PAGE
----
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But for many of my generation, fast-food was our first paying job and where we learned to work. I remember at age 15 being taught to work the grill at a McDonald's in Bellingham, Washington, and marveling as my trainer explained that their hamburgers tasted the same wherever you went because their entire system of operation was designed to achieve that consistency. I came to discretely harbor immense pride at being an employee of the most unstoppable restaurant brand in the world and looked down at my friends who'd settled to work at inferior chains, jobs that had the same stigma without any of the (admittedly, perhaps, imaginary) status.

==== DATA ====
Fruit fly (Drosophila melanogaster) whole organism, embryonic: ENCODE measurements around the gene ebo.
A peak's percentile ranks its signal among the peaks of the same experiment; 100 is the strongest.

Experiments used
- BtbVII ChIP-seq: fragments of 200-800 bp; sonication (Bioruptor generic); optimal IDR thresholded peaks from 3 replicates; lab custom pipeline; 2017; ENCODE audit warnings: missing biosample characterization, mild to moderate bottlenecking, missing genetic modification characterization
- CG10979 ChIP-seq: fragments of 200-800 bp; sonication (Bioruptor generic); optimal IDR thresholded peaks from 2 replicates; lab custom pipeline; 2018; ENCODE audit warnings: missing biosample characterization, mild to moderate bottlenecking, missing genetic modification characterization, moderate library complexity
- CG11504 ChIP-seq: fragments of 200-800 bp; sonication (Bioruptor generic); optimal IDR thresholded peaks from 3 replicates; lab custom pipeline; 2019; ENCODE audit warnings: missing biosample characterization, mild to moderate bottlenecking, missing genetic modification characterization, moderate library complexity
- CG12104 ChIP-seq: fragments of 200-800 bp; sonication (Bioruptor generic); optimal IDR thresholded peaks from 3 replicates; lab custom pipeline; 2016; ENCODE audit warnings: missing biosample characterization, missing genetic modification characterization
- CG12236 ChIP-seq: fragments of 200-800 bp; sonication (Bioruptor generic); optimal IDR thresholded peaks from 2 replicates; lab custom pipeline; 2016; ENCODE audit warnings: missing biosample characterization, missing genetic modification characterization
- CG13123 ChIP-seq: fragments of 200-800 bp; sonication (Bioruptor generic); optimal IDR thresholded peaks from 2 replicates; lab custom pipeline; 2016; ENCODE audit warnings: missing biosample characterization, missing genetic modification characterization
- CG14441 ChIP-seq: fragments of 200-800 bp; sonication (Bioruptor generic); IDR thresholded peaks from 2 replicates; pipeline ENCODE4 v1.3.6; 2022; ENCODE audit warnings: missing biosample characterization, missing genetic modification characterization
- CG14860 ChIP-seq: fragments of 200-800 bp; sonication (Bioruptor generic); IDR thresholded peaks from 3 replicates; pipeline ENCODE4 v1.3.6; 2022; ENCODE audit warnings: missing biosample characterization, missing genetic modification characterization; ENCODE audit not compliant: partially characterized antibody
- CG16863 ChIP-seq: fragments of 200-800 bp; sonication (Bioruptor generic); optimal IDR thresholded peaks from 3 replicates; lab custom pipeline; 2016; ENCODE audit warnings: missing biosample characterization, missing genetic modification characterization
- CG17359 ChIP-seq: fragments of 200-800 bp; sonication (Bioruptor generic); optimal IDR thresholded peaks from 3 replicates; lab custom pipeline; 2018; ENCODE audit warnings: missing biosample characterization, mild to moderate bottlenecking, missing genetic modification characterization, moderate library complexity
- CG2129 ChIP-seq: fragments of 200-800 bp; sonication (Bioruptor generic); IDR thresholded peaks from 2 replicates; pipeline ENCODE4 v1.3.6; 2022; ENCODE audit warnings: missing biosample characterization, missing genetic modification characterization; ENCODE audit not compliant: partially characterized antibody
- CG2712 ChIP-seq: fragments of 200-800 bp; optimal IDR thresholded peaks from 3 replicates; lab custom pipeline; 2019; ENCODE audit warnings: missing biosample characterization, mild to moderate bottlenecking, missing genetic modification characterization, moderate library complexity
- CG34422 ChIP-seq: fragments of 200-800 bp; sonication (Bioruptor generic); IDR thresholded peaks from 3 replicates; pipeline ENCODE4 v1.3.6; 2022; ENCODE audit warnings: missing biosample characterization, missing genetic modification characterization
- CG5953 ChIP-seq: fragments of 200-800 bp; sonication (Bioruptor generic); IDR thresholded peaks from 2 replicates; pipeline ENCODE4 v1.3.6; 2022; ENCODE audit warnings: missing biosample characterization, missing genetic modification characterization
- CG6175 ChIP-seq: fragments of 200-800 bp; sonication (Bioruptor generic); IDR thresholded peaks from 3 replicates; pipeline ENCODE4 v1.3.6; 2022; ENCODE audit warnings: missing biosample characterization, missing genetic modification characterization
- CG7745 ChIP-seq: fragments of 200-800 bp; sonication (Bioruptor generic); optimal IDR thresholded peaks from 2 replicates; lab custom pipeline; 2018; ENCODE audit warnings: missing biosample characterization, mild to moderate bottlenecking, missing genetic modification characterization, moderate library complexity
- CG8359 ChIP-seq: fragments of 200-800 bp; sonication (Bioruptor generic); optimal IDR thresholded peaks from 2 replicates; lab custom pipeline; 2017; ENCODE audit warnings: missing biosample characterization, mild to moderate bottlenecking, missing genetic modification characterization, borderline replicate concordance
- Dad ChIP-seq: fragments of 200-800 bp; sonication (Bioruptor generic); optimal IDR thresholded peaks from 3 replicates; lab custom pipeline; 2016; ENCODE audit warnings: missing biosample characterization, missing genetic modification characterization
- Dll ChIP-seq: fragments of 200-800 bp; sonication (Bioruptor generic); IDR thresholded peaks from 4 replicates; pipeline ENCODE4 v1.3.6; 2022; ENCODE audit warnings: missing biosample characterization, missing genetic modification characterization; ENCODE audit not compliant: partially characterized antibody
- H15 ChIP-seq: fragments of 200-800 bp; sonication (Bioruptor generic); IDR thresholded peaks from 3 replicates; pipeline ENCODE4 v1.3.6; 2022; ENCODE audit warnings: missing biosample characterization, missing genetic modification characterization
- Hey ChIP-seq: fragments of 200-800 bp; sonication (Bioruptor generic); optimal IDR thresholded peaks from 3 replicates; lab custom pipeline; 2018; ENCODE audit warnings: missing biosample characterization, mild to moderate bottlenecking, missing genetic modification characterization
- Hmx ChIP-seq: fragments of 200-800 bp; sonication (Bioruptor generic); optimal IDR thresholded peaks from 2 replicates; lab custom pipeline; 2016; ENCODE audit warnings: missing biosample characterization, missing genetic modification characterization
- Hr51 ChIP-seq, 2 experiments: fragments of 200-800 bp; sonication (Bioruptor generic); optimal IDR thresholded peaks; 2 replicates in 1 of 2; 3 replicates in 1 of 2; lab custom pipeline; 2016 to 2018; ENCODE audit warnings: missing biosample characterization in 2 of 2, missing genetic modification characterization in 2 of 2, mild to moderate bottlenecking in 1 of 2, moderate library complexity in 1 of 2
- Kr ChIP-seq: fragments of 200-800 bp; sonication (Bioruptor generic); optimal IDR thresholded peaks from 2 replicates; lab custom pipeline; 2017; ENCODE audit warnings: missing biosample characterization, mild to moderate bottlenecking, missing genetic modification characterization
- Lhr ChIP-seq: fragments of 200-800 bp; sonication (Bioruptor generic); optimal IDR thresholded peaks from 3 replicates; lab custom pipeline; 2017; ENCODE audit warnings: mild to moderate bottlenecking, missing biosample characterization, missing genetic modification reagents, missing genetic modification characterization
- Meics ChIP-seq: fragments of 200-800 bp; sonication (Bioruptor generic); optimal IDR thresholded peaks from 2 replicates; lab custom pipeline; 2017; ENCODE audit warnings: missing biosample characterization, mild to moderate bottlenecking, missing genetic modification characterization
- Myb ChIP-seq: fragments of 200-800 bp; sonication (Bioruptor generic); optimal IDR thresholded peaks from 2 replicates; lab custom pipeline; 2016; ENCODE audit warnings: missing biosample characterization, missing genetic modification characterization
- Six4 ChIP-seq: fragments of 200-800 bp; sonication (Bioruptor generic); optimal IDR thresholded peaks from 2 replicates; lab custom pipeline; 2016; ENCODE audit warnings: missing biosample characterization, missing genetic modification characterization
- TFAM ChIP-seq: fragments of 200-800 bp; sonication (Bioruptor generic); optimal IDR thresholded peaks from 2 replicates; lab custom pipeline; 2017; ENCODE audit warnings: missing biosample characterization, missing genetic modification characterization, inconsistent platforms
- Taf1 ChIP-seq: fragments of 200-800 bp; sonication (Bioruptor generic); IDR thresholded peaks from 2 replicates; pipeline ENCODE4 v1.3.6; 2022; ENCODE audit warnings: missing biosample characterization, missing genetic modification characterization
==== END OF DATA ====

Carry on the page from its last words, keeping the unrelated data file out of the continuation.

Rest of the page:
For all the unfavorable associations with fast-food, it is part of the fabric of our culture, because it is everywhere we go. On a remote state highway or in a bleak airport terminal with few appealing options for sustenance, it might be the one thing you feel like you can trust. And in this excellent read by Adam Chandler, his fascinating personal and historical journey showed me how fast-food, for all its faults and flaws, serves as kind of a connective tissue of our country, facilitating shared experience in this country in a way I'd never fully appreciated. And in this day and age where we live in either a red state or a blue state and there is no shortage of issues to fracture us- whether it is politics, religion, education, health care, parenting, or the economy- it's worth noting when anything has the power to connect people in ways that transcend social, racial, economic, political, geographic and even generational lines. Even if it's a way we might be reluctant as a (fast-food) nation to admit.
Drive-Thru Dreams: A Journey Through the Heard of America's Fast-Food Kingdom
By Adam Chandler
288 pp. Flatiron Books. $27.99.